When your child sits on the floor you may notice a tendency for them to “W” sit. Is this typical? Is this bad? If so, what are some simple strategies you can use at home to address this?
A simple Google Search will tell you that this topic can be a little controversial. The truth is, we just don’t know for sure as there hasn’t been a lot of research on the implications or affects of sitting in this position, especially in the population of typically developing kids.
Why Do So Many Therapists Cringe?
Your child may seem like a happy camper in this position, but here are a few reasons, theoretically, why W sitting will often get placed on the “bad list”:
- It doesn’t require much core muscle activity or strength to maintain this position, so in theory, your child can turn off muscles when sitting in this position.
- Moving or transitioning out of this position for play compared to other alternatives.
- It may encourage more inward rotation of the femur (long bone of the leg) putting more pressure on the hips. Internal rotation of these bones is part of normal development, however hanging out at “en-range” is not ideal for either children or adults for prolonged periods of time.
When, and How, to Address It:
Because this is a controversial topic among medical professionals, you may be wondering if it’s something you should care about. Occasionally, a preference to sit in a “W” position may be the result of low muscle tone or a developmental delay. If your child is behind in motor milestones and/or has difficulty safely maintaining positions that are considered “typical” for their age range, you should bring this up with their pediatrician.
If you’re child is “in-toeing” significantly when walking, encouraging other positions that may help strengthen core and hip muscles may be of benefit.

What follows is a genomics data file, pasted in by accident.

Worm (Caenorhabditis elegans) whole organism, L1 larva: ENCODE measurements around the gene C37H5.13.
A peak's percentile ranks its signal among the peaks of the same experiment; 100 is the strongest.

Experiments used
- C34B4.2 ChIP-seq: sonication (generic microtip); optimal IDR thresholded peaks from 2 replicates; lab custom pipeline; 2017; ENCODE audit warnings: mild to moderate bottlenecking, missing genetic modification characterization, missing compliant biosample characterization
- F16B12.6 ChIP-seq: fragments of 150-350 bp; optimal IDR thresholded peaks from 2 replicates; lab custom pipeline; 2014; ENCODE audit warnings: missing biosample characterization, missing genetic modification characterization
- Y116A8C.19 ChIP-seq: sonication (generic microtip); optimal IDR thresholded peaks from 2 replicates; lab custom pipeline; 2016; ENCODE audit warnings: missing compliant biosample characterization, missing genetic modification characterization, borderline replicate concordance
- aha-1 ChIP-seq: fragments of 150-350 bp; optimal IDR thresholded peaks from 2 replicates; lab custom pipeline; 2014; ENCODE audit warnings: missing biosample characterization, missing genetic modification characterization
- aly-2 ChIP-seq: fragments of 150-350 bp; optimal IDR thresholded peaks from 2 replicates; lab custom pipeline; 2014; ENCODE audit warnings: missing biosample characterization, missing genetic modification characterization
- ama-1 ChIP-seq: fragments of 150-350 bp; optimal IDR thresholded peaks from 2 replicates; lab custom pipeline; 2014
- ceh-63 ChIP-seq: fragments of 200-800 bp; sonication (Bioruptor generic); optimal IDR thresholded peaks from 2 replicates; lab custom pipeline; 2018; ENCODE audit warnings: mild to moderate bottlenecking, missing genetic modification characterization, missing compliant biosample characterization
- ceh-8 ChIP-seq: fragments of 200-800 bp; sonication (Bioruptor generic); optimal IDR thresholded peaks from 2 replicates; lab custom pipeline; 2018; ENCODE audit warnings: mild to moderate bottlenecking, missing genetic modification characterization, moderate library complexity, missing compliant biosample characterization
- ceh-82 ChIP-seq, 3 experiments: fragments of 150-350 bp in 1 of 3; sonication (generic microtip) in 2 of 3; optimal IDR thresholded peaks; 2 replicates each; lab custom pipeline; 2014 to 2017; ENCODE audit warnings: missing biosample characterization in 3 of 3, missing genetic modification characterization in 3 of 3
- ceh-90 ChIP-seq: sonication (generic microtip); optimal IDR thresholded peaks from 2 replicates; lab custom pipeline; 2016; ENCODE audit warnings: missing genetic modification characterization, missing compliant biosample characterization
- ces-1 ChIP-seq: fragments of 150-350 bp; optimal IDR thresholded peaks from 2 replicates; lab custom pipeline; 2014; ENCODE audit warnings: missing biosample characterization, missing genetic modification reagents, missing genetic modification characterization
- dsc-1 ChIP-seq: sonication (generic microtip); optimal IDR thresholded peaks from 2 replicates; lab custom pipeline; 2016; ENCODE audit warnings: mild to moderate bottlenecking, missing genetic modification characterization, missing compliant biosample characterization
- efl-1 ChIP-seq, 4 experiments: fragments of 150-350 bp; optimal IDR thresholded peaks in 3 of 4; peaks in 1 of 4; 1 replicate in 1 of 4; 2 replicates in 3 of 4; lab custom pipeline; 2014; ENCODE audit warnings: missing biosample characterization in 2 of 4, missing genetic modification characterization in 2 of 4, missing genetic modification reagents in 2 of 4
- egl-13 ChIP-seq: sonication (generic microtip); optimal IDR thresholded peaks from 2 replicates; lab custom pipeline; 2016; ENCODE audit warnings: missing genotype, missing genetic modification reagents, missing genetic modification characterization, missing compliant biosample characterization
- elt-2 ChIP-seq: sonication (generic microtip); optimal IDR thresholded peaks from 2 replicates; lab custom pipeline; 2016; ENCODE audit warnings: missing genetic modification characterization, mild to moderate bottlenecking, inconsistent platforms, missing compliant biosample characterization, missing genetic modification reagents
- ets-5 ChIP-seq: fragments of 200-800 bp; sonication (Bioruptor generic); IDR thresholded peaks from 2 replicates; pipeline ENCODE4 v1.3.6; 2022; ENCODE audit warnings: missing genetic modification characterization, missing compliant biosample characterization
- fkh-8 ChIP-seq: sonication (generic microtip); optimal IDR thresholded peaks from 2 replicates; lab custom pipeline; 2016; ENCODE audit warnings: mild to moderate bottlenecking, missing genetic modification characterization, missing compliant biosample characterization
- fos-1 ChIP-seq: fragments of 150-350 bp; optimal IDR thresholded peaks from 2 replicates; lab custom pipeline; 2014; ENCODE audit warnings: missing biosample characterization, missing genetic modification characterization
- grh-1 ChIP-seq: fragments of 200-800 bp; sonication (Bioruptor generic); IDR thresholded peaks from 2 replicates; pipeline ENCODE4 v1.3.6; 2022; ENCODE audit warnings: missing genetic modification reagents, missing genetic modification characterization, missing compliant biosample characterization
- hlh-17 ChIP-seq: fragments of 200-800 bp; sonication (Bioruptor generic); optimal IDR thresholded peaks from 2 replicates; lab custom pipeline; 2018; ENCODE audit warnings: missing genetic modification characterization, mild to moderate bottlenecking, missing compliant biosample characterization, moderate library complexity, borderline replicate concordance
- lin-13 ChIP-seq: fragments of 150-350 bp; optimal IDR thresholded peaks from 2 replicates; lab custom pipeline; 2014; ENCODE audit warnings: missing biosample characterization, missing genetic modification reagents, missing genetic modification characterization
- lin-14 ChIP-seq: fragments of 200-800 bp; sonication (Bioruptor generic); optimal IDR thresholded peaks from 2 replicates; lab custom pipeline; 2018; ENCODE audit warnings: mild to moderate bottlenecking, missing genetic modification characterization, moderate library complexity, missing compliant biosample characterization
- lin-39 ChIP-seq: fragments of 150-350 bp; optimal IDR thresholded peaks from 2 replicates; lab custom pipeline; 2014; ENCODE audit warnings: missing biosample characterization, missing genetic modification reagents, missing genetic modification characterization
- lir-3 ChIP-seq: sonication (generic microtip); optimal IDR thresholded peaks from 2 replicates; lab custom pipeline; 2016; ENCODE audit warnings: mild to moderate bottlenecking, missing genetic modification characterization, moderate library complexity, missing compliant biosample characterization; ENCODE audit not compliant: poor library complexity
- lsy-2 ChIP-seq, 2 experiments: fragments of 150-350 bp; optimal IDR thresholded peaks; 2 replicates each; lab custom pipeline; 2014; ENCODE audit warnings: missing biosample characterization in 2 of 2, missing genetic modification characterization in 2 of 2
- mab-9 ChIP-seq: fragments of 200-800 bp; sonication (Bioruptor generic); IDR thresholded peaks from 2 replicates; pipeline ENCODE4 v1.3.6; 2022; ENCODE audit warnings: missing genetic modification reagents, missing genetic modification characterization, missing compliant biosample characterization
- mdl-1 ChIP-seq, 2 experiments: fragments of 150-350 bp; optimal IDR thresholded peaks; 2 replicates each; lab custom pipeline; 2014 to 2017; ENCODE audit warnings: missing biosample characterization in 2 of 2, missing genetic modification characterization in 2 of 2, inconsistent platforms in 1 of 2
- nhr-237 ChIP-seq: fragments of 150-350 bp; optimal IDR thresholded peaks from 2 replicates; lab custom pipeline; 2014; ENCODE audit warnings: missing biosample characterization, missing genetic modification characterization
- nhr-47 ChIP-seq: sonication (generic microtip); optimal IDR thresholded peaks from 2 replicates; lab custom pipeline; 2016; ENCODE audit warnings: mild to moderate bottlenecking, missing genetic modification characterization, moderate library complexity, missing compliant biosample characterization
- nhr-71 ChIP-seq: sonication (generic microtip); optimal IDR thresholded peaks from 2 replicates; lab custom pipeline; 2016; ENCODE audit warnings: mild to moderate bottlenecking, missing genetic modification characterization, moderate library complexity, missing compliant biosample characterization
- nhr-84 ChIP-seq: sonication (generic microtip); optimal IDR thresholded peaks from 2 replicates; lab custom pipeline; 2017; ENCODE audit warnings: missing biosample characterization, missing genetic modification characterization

Here are some strategies that may help:
- Asking, or encouraging them to change positions (this is often the most common solution I’ve found while reading about this topic)
- Giving other positions a cool name (ie, “criss-cross applesauce”)
- Demonstrating other sitting positions when playing with your child. Get those mirror neurons firing!
- Have your child sit on a small seat, dyna disc, or cushion when playing on the floor.
Also, Consider Toy Placement:
Place more “stationary” toys or activities either on a desk or table. This position, called “high kneel” is a great position for activating core and hip muscles.
Make puzzles or games more active!
- Place the board up high and the pieces on the ground to encourage squats.
- Hide the pieces all around the house or yard.
- Encourage them to lie on their tummy.
- Make them a part of an obstacle course!
Tape paper to color or place stickers on a vertical surface like the wall or an easel. This is a great way to make a stationary activity more active!
A Quick Personal Story:
As a Physical Therapist, but also a mother of a stubborn “W” sitter, I believe in a moderate approach. I often cringe a little when I see my child sitting in this position and try to encourage other positions. One of the primary reasons I care is because functionally, my daughter in-toes a lot. I did this growing up, and quite honestly still have to remind myself to point my toes forward when I walk! So as a therapist, I just want to do what I can to nudge her in the right direction! For us, verbal cues and encouragement were not very successful. It seemed that the more I encouraged her not to, the more she wanted to sit in that position (perhaps training for the teenage years I suppose)!
The “toy placement” strategy has been by far the most successful approach for us. We pick and choose our battles!
Give it a try and let us know if it works for you. If you have any good tips or suggestions feel free to share/comment!
Looking for More Information?
Check out this podcast on “W” Sitting by Tots on Target.
W Sitting: Is It Really a Problem Healthline
Perform activities recommended by Walk, Talk, Play at your own risk with appropriate adult supervision provided. Walk, Talk, Play is not responsible for any injury caused while performing these play activities.
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